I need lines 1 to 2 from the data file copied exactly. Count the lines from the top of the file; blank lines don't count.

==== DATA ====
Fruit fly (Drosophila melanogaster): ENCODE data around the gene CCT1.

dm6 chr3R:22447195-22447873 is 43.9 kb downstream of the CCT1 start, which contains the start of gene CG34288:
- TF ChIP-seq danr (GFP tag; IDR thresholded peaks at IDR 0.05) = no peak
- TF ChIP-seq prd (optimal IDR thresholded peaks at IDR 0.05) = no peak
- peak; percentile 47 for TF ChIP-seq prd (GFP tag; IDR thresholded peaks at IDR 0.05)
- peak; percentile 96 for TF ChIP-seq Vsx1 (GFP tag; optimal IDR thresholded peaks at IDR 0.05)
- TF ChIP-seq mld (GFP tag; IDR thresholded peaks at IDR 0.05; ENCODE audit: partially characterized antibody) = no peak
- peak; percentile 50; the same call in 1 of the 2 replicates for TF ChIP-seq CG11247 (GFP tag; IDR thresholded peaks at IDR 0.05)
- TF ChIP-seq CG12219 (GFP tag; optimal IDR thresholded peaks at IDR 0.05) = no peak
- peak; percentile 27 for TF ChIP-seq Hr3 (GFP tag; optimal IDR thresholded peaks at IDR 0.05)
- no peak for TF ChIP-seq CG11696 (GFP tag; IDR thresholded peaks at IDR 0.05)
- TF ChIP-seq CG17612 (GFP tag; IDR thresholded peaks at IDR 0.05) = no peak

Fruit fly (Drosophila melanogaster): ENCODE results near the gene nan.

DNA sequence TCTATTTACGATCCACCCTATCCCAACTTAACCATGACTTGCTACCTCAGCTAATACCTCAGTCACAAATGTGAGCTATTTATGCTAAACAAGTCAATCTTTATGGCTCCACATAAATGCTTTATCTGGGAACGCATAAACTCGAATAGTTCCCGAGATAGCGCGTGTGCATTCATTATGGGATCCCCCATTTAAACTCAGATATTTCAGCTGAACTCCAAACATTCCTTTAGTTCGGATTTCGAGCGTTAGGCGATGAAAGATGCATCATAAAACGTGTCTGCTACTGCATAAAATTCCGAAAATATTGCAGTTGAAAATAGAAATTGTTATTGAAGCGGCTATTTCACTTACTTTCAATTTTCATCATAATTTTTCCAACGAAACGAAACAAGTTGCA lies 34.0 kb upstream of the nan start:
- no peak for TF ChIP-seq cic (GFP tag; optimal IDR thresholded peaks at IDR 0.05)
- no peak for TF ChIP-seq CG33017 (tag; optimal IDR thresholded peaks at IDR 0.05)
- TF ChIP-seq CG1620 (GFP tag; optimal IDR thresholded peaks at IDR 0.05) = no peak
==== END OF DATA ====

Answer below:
Fruit fly (Drosophila melanogaster): ENCODE data around the gene CCT1.

dm6 chr3R:22447195-22447873 is 43.9 kb downstream of the CCT1 start, which contains the start of gene CG34288: